Rights of Way on the National Road…

Indianapolis News, 16 December 1890

1890. The Postal Telegraph Company was placing telegraph poles and wires connecting Indianapolis and Terre Haute. Looking at a map, even then, it is quickly noticed that fastest way between the two is the old National Road. Oh, but not so quick.

The National Road was built by the Federal Government in the early to mid 1800’s. The road was built on land that was already owned by the Federal Government. The path of the road had changed from what was planned, but it did connect the seats of government in Ohio, Indiana and Illinois at the time. In 1848, it was ceded to the states.

In Indiana, the road was sold to Curtis Gilbert and others in 1850. They sold the road to the Western Plank Road Company. By 1890, a Terre Haute attorney, Joseph H. Blake, owned the majority of the stock in the Western Plank Road Company. This would come into play when it came to the Postal Telegraph Company.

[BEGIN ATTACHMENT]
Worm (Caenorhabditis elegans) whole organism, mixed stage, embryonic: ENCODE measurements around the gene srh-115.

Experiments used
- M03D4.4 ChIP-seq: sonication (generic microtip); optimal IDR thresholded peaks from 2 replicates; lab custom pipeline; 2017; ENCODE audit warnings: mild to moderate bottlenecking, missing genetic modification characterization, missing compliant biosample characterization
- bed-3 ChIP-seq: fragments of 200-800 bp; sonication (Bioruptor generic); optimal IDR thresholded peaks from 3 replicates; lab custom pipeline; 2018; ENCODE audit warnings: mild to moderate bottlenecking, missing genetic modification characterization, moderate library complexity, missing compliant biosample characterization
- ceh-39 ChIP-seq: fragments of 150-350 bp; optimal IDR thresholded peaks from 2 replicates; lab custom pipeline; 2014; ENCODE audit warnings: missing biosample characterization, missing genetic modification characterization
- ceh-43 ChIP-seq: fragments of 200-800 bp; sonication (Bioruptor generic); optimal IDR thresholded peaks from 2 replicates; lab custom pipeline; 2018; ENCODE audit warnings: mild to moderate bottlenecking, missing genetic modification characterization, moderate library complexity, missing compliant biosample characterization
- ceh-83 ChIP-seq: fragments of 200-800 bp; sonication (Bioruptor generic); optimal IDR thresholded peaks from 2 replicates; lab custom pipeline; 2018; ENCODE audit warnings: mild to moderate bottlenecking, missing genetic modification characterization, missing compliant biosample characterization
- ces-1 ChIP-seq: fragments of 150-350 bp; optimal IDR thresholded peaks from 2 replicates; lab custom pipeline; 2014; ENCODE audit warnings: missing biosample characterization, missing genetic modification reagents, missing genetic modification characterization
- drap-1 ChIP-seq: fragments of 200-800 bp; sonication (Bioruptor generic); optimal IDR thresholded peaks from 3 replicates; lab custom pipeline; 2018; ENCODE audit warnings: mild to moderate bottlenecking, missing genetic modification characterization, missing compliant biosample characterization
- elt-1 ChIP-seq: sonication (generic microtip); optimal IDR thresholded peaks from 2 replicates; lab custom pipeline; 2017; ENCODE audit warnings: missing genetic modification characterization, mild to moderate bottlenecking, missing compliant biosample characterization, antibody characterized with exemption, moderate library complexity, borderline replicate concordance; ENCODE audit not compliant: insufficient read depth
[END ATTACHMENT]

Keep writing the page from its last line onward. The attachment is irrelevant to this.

Indianapolis News, 16 December 1890

From Greencastle to the Vigo County line, farmers were having none of the telegraph installers. Some farmers were threatening telegraph company workers. Some were cutting down the poles as they were put up. One farmer filed a lawsuit against the telegraph company. The company counter sued.

This brings us back to Mr. Blake, owner of the Western Plank Road Company. As owner of the company, and the National Road, Blake claimed the right of the road for traffic, such as street car lines, telegraph lines, and the like. It all came down to Mr. Blake not allowing the telegraph company to install lines along the National Road without paying for the privilege.

The Postal Telegraph Company would detour their construction before getting to Greencastle, running southward to follow the Bloomington Road into Terre Haute. Such behavior would continue when it came to the right of way on roads until facilities like the National Road would be purchased back by the counties.

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